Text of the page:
A Running Challenge

Third time's the charm?

Not when it comes to me and the Collins Dixon 5K!

I've run this race twice before, and both times I've written about it, I was very positive with my prose. (See The Gift of Running and Finish Strong)  However, this time, the course handed me my proverbial bottom, so the tone of this post is going to be, well... honest.

The event, itself, is great!  It is run very well, and it is a fantastic tribute to Collins Dixon, a young man who lost a battle with brain cancer at the age of twelve.  The only suggestion I could make to improve it would be to start the 5K by 8am or sooner rather than 8:45am.  And you'll understand more about why I would make that suggestion if you keep reading.

The course for the race is good, but it does have an AWFUL hill around mile 2.5 when your heading back toward the finish line.

Up and up and up and up....

Now, you might be wondering why I wouldn't suggest changing the course to improve the 5K, and the answer is simple.  The aforementioned hill has been endearingly named Collins' Hill, and it is the perfect metaphor for what Collins experienced as he faced the daunting battle that is cancer.  So, having this hill in this race is fitting. It's appropriate. And although I imagine that part of the course does scare away a good number of people, my friend Jaimee and I have come back and run it - for the past three years now.

before the race
And this year, the heat, the humidity, and the hill, combined together, really did a number on us!

The heat was awful! This is the main reason why I wouldn't mind seeing the race start the 5K sooner rather than later.   With each passing minute, Georgia mornings heat up quickly in July.  And after the race began, I knew I was in for a "butt" whooping! The heat, combined with the humidity, sapped my energy reserves, and about half way through the course, I knew that when I got to Collins' hill, I would have to walk it.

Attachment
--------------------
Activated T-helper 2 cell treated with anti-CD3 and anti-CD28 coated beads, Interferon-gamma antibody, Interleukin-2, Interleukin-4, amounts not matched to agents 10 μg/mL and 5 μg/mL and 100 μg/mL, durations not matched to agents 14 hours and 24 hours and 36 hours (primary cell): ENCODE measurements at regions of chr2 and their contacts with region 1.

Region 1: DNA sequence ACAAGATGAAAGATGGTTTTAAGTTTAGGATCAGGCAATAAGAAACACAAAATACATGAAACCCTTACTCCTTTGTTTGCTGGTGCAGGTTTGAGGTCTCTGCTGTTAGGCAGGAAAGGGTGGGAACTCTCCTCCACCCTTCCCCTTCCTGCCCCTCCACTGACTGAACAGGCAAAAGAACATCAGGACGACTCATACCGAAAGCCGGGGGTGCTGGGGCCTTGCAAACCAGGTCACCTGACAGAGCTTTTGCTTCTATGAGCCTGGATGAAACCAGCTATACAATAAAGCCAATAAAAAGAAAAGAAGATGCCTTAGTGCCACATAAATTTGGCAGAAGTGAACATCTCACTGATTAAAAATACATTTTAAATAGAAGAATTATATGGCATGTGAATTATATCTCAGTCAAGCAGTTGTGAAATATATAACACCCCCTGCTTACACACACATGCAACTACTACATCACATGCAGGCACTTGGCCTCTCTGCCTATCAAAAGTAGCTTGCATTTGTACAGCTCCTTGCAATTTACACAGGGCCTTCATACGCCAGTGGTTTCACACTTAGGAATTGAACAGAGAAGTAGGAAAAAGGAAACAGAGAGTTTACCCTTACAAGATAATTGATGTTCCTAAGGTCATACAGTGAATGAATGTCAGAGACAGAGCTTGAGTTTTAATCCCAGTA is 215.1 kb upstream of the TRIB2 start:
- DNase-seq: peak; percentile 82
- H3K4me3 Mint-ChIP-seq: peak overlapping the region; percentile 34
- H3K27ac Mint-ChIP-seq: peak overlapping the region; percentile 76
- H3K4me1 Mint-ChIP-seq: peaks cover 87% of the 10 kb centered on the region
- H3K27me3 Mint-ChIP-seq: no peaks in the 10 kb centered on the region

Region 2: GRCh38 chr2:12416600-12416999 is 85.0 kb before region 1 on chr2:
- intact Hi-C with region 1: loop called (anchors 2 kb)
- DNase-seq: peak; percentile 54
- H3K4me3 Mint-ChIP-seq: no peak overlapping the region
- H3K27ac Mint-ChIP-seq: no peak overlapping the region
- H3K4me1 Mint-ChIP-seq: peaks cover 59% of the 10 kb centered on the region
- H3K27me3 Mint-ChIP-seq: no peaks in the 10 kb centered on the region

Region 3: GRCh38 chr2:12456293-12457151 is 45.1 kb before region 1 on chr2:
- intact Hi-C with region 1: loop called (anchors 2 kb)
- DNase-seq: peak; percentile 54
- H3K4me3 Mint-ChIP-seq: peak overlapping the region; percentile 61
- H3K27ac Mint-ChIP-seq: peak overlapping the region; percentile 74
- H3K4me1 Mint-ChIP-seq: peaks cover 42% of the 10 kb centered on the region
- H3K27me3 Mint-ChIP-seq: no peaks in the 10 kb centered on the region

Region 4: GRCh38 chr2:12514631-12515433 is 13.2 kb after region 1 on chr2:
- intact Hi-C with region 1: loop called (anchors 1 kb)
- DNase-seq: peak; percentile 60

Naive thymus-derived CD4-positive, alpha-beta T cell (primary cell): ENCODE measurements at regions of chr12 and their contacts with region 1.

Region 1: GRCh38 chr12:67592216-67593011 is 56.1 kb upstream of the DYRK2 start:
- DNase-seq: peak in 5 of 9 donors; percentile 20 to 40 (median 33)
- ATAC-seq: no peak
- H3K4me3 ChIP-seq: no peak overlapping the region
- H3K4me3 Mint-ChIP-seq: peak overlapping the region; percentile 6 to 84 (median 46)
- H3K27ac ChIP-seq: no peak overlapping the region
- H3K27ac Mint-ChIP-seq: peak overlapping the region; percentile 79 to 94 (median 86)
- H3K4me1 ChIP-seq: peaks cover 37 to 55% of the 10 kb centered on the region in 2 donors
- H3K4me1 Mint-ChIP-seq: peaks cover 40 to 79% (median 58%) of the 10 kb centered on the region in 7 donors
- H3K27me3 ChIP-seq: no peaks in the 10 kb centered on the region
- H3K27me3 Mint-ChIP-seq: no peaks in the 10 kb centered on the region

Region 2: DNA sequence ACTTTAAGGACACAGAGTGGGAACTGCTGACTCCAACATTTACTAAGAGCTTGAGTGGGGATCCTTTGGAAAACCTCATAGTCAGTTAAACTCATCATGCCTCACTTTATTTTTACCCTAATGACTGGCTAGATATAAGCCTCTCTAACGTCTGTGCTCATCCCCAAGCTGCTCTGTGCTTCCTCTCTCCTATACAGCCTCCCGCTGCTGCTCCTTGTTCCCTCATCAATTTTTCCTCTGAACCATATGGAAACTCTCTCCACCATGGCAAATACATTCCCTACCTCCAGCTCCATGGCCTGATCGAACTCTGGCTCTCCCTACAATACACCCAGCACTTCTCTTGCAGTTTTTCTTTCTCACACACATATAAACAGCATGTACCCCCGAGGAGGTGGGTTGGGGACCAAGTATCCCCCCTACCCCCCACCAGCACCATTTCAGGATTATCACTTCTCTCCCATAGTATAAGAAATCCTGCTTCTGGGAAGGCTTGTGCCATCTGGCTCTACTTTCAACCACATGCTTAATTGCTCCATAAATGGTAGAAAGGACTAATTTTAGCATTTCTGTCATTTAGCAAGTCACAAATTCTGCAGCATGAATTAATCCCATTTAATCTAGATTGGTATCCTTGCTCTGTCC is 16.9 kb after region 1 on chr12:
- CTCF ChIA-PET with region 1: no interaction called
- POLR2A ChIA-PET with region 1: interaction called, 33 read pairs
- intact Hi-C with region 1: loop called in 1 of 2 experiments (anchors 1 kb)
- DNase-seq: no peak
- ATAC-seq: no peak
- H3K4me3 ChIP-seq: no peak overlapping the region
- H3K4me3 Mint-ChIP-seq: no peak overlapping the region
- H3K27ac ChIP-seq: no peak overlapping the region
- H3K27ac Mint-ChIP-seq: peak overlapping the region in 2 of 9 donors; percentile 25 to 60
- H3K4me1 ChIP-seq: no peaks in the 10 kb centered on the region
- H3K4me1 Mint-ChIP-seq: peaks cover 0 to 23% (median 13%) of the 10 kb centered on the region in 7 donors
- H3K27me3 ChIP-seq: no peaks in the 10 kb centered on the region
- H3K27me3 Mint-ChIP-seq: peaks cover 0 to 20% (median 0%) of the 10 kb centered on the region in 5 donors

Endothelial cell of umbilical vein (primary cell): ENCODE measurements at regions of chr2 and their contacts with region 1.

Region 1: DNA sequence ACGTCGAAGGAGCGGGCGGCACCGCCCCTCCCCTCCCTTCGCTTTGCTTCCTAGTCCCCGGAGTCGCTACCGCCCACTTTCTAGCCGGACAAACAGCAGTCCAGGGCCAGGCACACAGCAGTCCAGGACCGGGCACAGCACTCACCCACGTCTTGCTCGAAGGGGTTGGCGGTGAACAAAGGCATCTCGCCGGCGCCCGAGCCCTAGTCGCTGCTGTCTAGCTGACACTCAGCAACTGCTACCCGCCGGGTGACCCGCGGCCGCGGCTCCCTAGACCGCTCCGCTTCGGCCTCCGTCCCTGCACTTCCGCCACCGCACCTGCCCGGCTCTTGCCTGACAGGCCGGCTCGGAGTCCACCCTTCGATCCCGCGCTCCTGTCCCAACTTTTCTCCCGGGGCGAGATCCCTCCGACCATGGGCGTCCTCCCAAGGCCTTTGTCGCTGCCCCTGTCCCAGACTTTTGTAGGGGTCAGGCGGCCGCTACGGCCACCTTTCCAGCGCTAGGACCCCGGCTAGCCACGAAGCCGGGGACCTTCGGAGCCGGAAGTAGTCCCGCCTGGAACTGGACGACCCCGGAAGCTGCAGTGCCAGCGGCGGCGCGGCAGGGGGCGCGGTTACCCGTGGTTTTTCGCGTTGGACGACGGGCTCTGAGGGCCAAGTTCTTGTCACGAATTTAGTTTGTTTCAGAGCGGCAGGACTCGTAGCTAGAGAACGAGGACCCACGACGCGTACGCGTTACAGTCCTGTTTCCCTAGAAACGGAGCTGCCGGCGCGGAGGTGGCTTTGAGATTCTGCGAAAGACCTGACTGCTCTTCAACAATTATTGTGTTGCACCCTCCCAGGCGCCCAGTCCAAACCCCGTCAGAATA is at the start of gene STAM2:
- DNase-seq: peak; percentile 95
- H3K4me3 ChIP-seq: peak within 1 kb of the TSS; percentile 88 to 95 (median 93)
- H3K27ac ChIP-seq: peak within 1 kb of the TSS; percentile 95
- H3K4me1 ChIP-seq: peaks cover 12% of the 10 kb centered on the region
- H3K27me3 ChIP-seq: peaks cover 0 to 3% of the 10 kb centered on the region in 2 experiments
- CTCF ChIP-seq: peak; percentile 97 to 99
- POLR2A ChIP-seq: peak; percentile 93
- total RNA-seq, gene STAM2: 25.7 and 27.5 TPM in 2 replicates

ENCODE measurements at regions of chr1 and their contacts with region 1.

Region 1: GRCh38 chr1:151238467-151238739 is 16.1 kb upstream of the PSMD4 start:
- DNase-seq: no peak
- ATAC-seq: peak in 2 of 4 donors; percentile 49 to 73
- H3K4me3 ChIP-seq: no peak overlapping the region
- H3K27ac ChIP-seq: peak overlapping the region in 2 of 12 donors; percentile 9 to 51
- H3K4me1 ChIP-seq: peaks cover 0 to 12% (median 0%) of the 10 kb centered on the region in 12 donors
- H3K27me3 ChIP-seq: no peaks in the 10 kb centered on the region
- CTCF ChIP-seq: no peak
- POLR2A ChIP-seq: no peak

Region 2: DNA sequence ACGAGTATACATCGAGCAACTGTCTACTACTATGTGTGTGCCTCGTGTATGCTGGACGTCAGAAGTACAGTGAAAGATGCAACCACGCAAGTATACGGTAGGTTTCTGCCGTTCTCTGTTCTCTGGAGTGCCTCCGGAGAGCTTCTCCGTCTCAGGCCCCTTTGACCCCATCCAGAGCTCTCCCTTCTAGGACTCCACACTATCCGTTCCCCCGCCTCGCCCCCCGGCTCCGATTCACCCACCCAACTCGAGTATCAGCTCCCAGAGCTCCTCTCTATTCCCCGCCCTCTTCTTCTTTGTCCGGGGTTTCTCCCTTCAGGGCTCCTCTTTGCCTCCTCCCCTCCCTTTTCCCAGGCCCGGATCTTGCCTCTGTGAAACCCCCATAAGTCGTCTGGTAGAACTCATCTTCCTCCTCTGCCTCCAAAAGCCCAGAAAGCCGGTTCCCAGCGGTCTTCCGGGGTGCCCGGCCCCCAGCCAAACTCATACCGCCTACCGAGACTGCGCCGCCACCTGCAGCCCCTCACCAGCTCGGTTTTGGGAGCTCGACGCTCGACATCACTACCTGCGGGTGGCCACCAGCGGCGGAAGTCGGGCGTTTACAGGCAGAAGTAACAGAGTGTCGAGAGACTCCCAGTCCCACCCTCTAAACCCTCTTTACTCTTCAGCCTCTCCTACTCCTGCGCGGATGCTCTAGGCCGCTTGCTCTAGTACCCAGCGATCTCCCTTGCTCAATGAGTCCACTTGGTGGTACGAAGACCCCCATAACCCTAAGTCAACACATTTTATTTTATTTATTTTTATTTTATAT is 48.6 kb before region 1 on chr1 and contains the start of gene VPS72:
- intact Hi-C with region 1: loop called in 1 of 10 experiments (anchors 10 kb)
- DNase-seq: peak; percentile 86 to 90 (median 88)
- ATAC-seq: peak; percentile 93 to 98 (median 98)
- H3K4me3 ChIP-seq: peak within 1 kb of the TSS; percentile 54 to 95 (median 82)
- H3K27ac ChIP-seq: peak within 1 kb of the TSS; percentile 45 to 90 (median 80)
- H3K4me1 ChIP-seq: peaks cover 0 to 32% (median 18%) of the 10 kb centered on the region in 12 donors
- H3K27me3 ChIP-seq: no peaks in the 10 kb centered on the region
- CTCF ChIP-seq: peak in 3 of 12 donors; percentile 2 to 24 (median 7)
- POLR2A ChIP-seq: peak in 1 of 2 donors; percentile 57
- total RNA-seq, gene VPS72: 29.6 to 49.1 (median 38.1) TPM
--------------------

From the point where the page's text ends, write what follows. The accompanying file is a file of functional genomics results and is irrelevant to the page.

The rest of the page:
In years past, I have walked some of the hill and ran parts of it.  However, this year, I walked the whole hill.  In fact, there were a few times it felt as if the hill was pressing down on me, and - I hate to confess this - there were times I had to stop walking!  But even worse than that, after getting to the top of the hill, I CONTINUED TO WALK!  I couldn't even push myself to run at that point - not until I saw the finish line in sight.  THEN, I finally talked my weary body into jogging forward.

Despite all that, I did feel as if I gave it my all that day.  The time of 42:50 sure doesn't translate into that, but I know in my heart that I pushed on to the best of my ability in that oppressive heat and humidity.

I don't know that I finished strong, but I finished!  And I left it all on the course.  And I know my friend Jaimee did as well!

We were both BEAT DOWN after this race (pictorial evidence above). But truly, to end on a more positive note, our fatigue was nothing when you consider what Collins had to endure.

So, Jaimee and I want to challenge you! If you live in the north Georgia area, consider running this 5K next year.  It will test your running ability like no other course around!  But, at the end of the day, you will have an immense sense of satisfaction for having done it and for having supported brain cancer research. And for helping Collins' parents honor the life that their brave son lived.

Today's forget-me-not: Finish strong!

"Do you not know that in a race all the runners run, but only one gets the prize?  Run in such a way as to get the prize." (1 Corinthians 9:24)

No comments yet. Please leave yours!

Post a Comment